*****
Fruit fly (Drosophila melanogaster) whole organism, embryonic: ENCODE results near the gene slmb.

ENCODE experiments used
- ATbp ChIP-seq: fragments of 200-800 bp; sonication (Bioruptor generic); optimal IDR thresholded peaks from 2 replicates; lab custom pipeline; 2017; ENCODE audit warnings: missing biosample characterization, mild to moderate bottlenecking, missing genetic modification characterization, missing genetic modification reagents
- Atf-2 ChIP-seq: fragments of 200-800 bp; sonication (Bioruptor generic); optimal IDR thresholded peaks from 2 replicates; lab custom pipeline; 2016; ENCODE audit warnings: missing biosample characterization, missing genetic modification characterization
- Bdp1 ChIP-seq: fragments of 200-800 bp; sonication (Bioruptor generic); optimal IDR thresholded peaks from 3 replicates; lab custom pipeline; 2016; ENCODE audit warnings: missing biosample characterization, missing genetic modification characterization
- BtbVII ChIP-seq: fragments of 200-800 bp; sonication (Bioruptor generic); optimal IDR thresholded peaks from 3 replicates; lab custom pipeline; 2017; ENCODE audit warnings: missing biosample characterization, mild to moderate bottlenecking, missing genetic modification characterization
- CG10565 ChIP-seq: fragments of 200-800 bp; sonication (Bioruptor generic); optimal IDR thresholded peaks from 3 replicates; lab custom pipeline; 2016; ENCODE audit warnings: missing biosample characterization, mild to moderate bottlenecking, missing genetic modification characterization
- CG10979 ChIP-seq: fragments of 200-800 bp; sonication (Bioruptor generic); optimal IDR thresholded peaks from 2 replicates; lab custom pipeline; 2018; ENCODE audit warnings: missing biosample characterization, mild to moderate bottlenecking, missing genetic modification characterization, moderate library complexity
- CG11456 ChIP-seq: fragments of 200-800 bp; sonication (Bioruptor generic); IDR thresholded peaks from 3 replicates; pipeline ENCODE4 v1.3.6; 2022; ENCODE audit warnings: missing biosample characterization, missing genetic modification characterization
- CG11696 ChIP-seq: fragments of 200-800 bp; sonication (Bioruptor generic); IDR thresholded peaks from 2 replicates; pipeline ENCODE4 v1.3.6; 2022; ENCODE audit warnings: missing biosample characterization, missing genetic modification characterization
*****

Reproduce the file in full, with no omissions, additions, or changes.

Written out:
Fruit fly (Drosophila melanogaster) whole organism, embryonic: ENCODE results near the gene slmb.

ENCODE experiments used
- ATbp ChIP-seq: fragments of 200-800 bp; sonication (Bioruptor generic); optimal IDR thresholded peaks from 2 replicates; lab custom pipeline; 2017; ENCODE audit warnings: missing biosample characterization, mild to moderate bottlenecking, missing genetic modification characterization, missing genetic modification reagents
- Atf-2 ChIP-seq: fragments of 200-800 bp; sonication (Bioruptor generic); optimal IDR thresholded peaks from 2 replicates; lab custom pipeline; 2016; ENCODE audit warnings: missing biosample characterization, missing genetic modification characterization
- Bdp1 ChIP-seq: fragments of 200-800 bp; sonication (Bioruptor generic); optimal IDR thresholded peaks from 3 replicates; lab custom pipeline; 2016; ENCODE audit warnings: missing biosample characterization, missing genetic modification characterization
- BtbVII ChIP-seq: fragments of 200-800 bp; sonication (Bioruptor generic); optimal IDR thresholded peaks from 3 replicates; lab custom pipeline; 2017; ENCODE audit warnings: missing biosample characterization, mild to moderate bottlenecking, missing genetic modification characterization
- CG10565 ChIP-seq: fragments of 200-800 bp; sonication (Bioruptor generic); optimal IDR thresholded peaks from 3 replicates; lab custom pipeline; 2016; ENCODE audit warnings: missing biosample characterization, mild to moderate bottlenecking, missing genetic modification characterization
- CG10979 ChIP-seq: fragments of 200-800 bp; sonication (Bioruptor generic); optimal IDR thresholded peaks from 2 replicates; lab custom pipeline; 2018; ENCODE audit warnings: missing biosample characterization, mild to moderate bottlenecking, missing genetic modification characterization, moderate library complexity
- CG11456 ChIP-seq: fragments of 200-800 bp; sonication (Bioruptor generic); IDR thresholded peaks from 3 replicates; pipeline ENCODE4 v1.3.6; 2022; ENCODE audit warnings: missing biosample characterization, missing genetic modification characterization
- CG11696 ChIP-seq: fragments of 200-800 bp; sonication (Bioruptor generic); IDR thresholded peaks from 2 replicates; pipeline ENCODE4 v1.3.6; 2022; ENCODE audit warnings: missing biosample characterization, missing genetic modification characterization